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Stacy Conradt
Stacy Conradt

James Salisbury

Stacy Conradt
Stacy Conradt

Every time we so much as touch a toe out of state, I’ve put cemeteries on our travel itinerary. From garden-like expanses to overgrown boot hills, whether they’re the final resting places of the well-known but not that important or the important but not that well-known, I love them all. After realizing that there are a lot of taphophiles out there, I’m finally putting my archive of interesting tombstones to good use.

For me, nothing was better the hot lunch pizza at school. The weird rectangular shape, the “healthy” side of plain shredded lettuce drenched in ranch, and a square of chocolate cake—totally the best day of the month.

But if Salisbury steak day was the day you refused to brown-bag it, James Salisbury is the guy you have to thank.

Salisbury was kind of like the Dr. Atkins of the 1800s. He tried single-food diets of oatmeal and baked beans, among other things, but concluded that minced lean beef provided the best nutrition and digestion. He also believed that a diet rich in fruits and vegetables was hard on the system and resulted in a number of illnesses and diseases.

Stacy Conradt

After publishing his findings in 1888 (with the catchy title The Relation of Alimentation and Disease), Salisbury’s teachings became a household diet fad that was as popular as its South Beach or Atkins descendants more than 100 years later. But you don't have to read a whole book to get the gist of his diet recommendations: It consisted entirely of hot water and lean beef for breakfast, lunch, and dinner. To make a steady diet of cow more appetizing, the good doctor advocated shaping it into patties and seasoning with butter, salt, pepper, lemon juice, Worcestershire sauce, mustard, and horseradish.

Stacy Conradt

Extreme and monotonous though it may have been, Salisbury must have been doing something right—he lived until the age of 82, not a bad run for a guy who lived during the 19th century. Given his low-carb leanings and prejudice against vegetables, Salisbury is probably rolling over in his grave to see mashed potatoes and corn served alongside his creation in today’s hot lunches and TV dinners.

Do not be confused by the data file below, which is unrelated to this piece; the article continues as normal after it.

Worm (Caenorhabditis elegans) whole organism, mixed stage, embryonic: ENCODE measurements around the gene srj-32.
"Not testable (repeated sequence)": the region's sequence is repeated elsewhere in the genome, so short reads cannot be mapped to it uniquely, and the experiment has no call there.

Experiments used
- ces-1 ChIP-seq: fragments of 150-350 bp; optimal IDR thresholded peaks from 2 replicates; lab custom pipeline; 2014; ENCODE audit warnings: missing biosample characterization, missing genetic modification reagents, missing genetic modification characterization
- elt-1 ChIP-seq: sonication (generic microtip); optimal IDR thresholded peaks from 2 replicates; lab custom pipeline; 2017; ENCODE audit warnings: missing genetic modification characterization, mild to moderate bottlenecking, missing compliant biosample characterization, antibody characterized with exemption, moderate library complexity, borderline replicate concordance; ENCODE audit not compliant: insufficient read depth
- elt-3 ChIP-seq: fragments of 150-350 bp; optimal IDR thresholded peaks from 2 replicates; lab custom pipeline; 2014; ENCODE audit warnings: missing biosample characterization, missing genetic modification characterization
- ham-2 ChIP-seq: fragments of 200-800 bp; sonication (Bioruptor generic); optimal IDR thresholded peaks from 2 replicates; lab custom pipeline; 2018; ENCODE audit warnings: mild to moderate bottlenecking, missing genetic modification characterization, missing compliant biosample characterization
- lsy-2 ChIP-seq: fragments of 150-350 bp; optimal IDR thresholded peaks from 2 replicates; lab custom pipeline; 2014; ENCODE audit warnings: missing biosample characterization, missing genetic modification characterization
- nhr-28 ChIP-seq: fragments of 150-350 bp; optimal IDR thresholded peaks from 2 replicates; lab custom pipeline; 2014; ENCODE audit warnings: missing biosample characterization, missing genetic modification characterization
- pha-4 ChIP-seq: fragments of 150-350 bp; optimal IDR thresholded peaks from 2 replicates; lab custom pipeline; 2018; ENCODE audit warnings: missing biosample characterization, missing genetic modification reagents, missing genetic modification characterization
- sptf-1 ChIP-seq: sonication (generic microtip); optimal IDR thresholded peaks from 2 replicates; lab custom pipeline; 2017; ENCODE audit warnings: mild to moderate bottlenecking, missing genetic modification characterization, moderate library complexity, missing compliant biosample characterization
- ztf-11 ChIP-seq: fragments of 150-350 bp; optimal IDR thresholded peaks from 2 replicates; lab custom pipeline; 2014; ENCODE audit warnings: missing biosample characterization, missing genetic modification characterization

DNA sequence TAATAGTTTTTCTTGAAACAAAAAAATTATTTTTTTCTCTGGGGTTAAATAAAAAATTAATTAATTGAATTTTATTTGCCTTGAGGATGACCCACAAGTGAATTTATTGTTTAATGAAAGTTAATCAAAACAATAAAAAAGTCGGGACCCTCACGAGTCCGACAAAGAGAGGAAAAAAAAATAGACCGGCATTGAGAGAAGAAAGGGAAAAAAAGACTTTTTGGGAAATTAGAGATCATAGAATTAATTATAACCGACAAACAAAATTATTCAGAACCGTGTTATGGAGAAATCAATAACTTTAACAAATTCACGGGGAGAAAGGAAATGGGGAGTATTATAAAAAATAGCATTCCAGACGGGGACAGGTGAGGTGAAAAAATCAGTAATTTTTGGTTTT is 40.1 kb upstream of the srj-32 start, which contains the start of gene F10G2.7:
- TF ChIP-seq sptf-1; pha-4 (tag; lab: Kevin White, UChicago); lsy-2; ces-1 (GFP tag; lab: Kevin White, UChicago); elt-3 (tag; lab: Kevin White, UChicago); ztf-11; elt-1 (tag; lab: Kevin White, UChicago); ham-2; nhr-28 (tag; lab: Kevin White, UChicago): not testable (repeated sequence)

If you want to see that grave, by the way, you’ll find it at Lake View Cemetery in Cleveland, Ohio.

Peruse all the entries in our Grave Sightings series here.

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Perfect cookies are within your grasp. Just grab your measuring cups and get started. Special thanks to the Institute of Culinary Education.

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Netflix's Most-Binged Shows of 2017, Ranked
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Netflix might know your TV habits better than you do. Recently, the entertainment company's normally tight-lipped number-crunchers looked at user data collected between November 1, 2016 and November 1, 2017 to see which series people were powering through and which ones they were digesting more slowly. By analyzing members’ average daily viewing habits, they were able to determine which programs were more likely to be “binged” (or watched for more than two hours per day) and which were more often “savored” (or watched for less than two hours per day) by viewers.

They found that the highest number of Netflix bingers glutted themselves on the true crime parody American Vandal, followed by the Brazilian sci-fi series 3%, and the drama-mystery 13 Reasons Why. Other shows that had viewers glued to the couch in 2017 included Anne with an E, the Canadian series based on L. M. Montgomery's 1908 novel Anne of Green Gables, and the live-action Archie comics-inspired Riverdale.

In contrast, TV shows that viewers enjoyed more slowly included the Emmy-winning drama The Crown, followed by Big Mouth, Neo Yokio, A Series of Unfortunate Events, GLOW, Friends from College, and Ozark.

There's a dark side to this data, though: While the company isn't around to judge your sweatpants and the chip crumbs stuck to your couch, Netflix is privy to even your most embarrassing viewing habits. The company recently used this info to publicly call out a small group of users who turned their binges into full-fledged benders:

Oh, and if you're the one person in Antarctica binging Shameless, the streaming giant just outed you, too.

Netflix broke down their full findings in the infographic below and, Big Brother vibes aside, the data is pretty fascinating. It even includes survey data on which shows prompted viewers to “Netflix cheat” on their significant others and which shows were enjoyed by the entire family.

Netflix infographic "The Year in Bingeing"
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